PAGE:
In late February the same year, T. E. Stewart was arrested for stealing hogs. He would be charged jointly with Frank Schnack. And later, Frank would be charged in a fraud scheme concerning cattle. Cops offered T.E. a deal: Come clean about Frank’s whereabouts on the night of Sunday, February 3, and they’d drop the hog theft charges. No, T.E. refused. He was not going to tell lies just to get himself a deal. He was an honest thief.
Then came a bombshell: Frank Schneck and Mollie Stewart were having an affair. They were in love, seeing one another all along. It was true love, Frank and Mollie insisted when confronted.
From witness testimony and little evidence, police believed Frank and Mollie planned the demise of his wife so they could be together. Mollie supplied the butcher knife used to slit the victim’s throats, then they both rode out through a storm to the house on King Street that Sunday evening. Mollie held the horses and waited in the wagon while Frank slipped into the home to commit murder. Mollie assisted in burning and washing evidence. It was all circumstantial evidence, much testimony supplied by her husband, but cops arrested Mollie for murder.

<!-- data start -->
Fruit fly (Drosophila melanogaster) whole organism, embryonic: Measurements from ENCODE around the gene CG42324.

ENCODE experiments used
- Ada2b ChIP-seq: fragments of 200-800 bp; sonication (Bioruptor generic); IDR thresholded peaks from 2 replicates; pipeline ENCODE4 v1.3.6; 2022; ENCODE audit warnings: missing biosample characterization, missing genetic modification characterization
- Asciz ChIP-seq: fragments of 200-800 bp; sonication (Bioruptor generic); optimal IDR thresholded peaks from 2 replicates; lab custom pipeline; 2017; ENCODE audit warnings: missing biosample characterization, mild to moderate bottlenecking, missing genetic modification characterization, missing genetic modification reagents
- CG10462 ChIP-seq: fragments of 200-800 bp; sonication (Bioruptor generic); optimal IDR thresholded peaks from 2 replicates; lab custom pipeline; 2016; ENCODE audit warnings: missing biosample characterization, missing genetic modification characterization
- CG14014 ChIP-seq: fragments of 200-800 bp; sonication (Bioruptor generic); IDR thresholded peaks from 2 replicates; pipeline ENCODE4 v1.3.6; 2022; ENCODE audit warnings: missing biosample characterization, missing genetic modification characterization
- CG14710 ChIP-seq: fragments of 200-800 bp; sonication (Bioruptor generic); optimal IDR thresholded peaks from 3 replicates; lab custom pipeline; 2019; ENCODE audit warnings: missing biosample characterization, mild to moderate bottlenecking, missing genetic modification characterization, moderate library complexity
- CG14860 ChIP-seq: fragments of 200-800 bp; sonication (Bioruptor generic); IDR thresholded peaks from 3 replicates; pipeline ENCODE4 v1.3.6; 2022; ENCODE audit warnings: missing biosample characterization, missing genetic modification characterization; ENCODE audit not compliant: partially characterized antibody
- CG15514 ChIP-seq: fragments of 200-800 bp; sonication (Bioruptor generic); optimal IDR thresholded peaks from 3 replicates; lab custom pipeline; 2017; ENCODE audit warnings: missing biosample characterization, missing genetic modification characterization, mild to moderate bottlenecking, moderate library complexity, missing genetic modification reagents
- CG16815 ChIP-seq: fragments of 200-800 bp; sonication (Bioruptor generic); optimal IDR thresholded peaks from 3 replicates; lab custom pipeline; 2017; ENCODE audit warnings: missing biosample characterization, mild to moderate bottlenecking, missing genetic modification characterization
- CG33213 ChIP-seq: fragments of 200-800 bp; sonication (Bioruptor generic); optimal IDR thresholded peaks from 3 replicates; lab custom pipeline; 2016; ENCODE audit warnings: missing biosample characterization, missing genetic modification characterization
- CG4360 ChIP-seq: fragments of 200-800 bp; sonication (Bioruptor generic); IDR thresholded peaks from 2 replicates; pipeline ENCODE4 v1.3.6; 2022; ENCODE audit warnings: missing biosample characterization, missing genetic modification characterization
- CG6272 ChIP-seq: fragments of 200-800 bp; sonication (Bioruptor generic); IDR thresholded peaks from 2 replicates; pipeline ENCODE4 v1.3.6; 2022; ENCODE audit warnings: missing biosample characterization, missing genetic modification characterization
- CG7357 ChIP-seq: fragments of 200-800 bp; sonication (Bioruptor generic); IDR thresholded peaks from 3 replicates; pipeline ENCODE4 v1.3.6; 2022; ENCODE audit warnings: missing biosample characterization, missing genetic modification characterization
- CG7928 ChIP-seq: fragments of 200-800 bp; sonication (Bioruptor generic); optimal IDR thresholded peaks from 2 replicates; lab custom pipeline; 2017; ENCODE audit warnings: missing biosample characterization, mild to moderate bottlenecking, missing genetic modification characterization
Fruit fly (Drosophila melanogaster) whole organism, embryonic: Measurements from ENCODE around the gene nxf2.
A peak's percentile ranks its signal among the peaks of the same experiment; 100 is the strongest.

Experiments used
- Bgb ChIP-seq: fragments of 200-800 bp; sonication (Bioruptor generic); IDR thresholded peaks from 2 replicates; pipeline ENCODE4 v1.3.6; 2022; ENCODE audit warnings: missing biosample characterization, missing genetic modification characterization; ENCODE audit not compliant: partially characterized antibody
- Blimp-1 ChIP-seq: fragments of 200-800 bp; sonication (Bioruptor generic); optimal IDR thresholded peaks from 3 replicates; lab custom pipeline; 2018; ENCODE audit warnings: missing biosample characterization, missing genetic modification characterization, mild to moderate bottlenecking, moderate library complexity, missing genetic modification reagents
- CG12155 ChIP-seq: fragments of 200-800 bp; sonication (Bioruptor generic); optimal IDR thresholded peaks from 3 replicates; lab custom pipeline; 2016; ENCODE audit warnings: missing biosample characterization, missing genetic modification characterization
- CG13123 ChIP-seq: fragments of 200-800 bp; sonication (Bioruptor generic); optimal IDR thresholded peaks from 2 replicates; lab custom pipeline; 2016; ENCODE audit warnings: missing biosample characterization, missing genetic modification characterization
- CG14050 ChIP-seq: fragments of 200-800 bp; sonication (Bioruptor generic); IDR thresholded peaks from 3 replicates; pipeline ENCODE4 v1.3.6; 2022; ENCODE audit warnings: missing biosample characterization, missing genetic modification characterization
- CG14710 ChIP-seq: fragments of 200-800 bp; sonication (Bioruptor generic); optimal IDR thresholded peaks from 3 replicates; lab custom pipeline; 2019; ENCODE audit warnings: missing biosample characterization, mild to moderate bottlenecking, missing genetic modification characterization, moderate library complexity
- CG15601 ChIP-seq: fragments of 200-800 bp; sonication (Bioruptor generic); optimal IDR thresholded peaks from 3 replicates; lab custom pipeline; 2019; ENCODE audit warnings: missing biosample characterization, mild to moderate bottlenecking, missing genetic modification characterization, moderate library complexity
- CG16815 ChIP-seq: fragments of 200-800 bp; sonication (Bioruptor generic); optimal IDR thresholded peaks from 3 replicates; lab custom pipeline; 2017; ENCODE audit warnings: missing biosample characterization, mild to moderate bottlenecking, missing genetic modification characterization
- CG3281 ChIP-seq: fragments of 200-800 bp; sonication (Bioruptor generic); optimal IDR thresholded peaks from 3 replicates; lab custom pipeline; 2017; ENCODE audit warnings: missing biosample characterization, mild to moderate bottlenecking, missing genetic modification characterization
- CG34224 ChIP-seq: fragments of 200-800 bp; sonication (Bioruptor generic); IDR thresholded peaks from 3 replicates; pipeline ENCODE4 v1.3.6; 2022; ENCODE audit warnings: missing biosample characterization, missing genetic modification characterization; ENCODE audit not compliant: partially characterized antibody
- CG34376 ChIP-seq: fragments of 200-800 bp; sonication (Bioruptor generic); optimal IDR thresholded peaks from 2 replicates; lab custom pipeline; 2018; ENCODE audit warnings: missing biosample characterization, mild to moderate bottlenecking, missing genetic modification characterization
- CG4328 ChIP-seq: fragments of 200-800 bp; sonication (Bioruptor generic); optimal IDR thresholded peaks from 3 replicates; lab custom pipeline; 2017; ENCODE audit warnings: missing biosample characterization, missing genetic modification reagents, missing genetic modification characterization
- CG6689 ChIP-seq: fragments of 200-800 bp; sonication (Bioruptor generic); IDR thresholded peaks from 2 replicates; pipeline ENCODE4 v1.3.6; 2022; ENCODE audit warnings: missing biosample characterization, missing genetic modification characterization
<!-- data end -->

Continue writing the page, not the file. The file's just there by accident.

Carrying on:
Frank and Mollie sat in jail while awaiting trial. A ventilator ran through the jail cells, and Frank and Mollie had conversations through these ventilators, calling out and listening. They were not the only ones listening. They also wrote letters to one another. They were not the only ones reading them. During the trial, witnesses testified as to what they heard and read. Frank told Mollie that on the night of February 3, he had snuck through a window and slashed Jennie’s throat. Johnnie had awaked and cried, “Oh papa, don’t do that!” To silence his witnesses, he had to kill both children. Mollie swore her undying love and to keep mum. “They can starve me, but I won’t tell.” (The Stewart Trial).